A game with *perfect information* is a game in which no information is hidden from the players. All players know the rules and the state of the game at all times. Some examples of games with perfect information are Chess, Checkers, Go, and Nim.
In two-player zero-sum games, a player has a *winning strategy* if they can always win no matter how the other player plays. A game is
*determined* if one of the players has a winning strategy. Given a two-player game with perfect information, we would like to find out if it is determined.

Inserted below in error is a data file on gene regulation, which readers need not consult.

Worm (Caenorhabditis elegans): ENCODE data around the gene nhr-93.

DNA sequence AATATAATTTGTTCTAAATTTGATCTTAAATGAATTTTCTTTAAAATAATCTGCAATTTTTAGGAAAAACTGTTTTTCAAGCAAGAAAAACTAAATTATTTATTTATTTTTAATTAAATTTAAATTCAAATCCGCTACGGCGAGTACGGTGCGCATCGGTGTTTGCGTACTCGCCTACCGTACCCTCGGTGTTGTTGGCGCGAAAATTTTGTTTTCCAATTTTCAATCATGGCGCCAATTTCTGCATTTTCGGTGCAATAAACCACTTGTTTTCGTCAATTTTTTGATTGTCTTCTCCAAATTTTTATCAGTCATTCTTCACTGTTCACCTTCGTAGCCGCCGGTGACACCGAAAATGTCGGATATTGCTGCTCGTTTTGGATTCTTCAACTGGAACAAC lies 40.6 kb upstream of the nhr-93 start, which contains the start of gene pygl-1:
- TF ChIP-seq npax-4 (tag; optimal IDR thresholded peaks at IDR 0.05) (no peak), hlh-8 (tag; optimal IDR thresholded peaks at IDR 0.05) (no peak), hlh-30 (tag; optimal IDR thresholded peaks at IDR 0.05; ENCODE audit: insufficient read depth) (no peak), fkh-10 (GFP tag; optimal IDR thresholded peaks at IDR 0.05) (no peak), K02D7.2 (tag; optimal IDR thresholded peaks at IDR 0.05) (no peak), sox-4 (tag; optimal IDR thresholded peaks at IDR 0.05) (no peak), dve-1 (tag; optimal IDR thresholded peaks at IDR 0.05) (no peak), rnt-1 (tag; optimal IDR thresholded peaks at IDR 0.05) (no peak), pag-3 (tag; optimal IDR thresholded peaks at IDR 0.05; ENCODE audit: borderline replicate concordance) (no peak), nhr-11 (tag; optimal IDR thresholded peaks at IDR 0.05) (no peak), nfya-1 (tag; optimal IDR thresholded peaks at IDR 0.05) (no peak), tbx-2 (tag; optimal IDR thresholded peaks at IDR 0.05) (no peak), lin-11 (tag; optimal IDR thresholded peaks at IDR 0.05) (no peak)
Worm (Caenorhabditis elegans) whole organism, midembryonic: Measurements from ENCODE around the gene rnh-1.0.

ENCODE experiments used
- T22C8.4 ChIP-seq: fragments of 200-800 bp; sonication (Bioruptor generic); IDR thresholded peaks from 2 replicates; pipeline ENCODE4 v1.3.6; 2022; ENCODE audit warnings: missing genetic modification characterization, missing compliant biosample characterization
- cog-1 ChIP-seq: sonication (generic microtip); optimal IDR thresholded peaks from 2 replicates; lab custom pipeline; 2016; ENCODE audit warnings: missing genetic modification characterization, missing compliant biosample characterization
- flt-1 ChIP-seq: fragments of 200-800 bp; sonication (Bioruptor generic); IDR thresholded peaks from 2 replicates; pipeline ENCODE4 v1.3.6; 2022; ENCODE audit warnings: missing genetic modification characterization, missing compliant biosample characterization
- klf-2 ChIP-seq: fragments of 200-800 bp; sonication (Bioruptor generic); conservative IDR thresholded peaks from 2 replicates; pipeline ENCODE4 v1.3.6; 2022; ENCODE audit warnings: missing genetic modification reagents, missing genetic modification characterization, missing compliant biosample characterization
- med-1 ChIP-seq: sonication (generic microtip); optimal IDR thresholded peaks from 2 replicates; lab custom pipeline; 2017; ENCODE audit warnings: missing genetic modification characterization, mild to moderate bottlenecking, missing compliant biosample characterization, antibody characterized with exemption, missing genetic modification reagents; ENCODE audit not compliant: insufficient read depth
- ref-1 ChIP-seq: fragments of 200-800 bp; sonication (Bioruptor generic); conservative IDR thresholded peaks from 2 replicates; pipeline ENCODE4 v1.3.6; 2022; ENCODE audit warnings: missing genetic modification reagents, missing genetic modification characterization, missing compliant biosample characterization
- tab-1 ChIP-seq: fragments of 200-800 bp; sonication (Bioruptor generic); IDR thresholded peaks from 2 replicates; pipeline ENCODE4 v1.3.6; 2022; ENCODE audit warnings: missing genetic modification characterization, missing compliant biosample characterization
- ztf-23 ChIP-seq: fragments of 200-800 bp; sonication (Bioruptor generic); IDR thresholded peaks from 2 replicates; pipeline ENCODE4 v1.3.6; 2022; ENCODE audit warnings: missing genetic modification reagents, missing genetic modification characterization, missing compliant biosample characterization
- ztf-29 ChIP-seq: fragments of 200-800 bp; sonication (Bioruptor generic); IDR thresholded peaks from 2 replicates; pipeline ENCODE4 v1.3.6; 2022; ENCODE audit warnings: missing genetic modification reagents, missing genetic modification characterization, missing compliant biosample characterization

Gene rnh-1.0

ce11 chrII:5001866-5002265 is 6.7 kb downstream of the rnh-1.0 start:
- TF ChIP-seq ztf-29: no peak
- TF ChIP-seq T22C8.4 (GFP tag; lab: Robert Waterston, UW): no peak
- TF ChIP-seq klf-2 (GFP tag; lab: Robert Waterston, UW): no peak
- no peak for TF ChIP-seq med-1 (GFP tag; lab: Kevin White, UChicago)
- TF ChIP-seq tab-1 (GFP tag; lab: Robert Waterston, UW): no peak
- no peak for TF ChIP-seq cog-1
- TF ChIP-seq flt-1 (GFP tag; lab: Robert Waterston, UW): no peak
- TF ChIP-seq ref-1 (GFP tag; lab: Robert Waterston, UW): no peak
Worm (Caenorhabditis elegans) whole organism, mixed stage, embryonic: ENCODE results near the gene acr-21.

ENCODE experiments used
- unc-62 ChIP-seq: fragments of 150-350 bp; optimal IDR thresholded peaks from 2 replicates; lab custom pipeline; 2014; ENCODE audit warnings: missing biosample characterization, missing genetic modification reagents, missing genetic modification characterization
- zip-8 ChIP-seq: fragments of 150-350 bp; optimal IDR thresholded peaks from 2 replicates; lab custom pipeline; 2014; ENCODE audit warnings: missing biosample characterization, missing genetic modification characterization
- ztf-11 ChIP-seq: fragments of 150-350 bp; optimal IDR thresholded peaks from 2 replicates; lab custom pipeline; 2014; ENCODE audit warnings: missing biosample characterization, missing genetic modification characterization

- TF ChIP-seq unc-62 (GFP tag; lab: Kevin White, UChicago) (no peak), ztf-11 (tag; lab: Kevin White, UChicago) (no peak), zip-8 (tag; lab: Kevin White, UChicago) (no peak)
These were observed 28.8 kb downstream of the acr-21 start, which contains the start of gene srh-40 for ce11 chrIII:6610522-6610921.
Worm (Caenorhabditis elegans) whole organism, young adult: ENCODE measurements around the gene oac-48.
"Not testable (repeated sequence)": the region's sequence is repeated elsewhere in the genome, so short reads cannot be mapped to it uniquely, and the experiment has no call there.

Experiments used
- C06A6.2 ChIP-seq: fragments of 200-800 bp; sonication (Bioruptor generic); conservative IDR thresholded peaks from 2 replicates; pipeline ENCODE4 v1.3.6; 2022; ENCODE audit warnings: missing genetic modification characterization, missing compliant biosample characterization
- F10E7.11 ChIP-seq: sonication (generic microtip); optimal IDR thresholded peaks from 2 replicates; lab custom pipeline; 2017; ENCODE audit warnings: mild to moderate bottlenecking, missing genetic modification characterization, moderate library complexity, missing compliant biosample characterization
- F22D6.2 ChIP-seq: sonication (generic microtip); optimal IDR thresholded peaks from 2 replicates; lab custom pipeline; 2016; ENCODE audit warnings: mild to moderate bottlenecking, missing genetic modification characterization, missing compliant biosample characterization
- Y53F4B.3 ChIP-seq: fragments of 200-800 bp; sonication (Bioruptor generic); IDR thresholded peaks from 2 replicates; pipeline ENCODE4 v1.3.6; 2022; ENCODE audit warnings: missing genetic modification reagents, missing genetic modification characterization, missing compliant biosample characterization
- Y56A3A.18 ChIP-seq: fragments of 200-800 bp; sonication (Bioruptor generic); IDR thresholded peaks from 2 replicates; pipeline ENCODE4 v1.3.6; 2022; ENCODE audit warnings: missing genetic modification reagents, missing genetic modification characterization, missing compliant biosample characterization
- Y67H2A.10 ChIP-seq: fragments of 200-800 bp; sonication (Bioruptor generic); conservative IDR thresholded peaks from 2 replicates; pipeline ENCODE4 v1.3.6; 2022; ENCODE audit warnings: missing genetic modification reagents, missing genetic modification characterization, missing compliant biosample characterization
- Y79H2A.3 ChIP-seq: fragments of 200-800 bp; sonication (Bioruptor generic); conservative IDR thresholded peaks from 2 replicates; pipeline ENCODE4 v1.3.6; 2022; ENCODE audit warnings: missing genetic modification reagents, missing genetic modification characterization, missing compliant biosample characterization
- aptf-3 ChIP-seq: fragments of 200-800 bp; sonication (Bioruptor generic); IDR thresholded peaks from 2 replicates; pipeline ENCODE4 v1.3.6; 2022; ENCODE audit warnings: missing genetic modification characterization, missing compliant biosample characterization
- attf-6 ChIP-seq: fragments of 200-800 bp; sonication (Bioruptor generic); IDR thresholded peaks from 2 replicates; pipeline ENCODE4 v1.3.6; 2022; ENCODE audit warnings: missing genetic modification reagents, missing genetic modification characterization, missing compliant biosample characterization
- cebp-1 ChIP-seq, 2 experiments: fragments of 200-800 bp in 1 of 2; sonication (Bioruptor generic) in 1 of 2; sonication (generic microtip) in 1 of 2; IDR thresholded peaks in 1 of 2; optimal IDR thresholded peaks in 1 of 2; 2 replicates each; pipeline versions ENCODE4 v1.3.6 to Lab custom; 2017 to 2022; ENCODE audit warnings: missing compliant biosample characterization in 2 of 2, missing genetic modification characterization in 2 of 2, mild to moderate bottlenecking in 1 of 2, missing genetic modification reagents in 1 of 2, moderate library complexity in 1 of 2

In today's talk, we discuss some results on two-player games with perfect information:
- We show that all finite games are determined.
- We construct an example of an infinite game that is not determined.
- We define a topology on infinite games. We use this to show the determinacy of some special classes of infinite games.
All results are from:
 "Theory of Games and Economic Behavior" by von Neumann and Morgenstern, 1947.
 "Infinite Games with Perfect Information" by Gale and Stewart, 1953.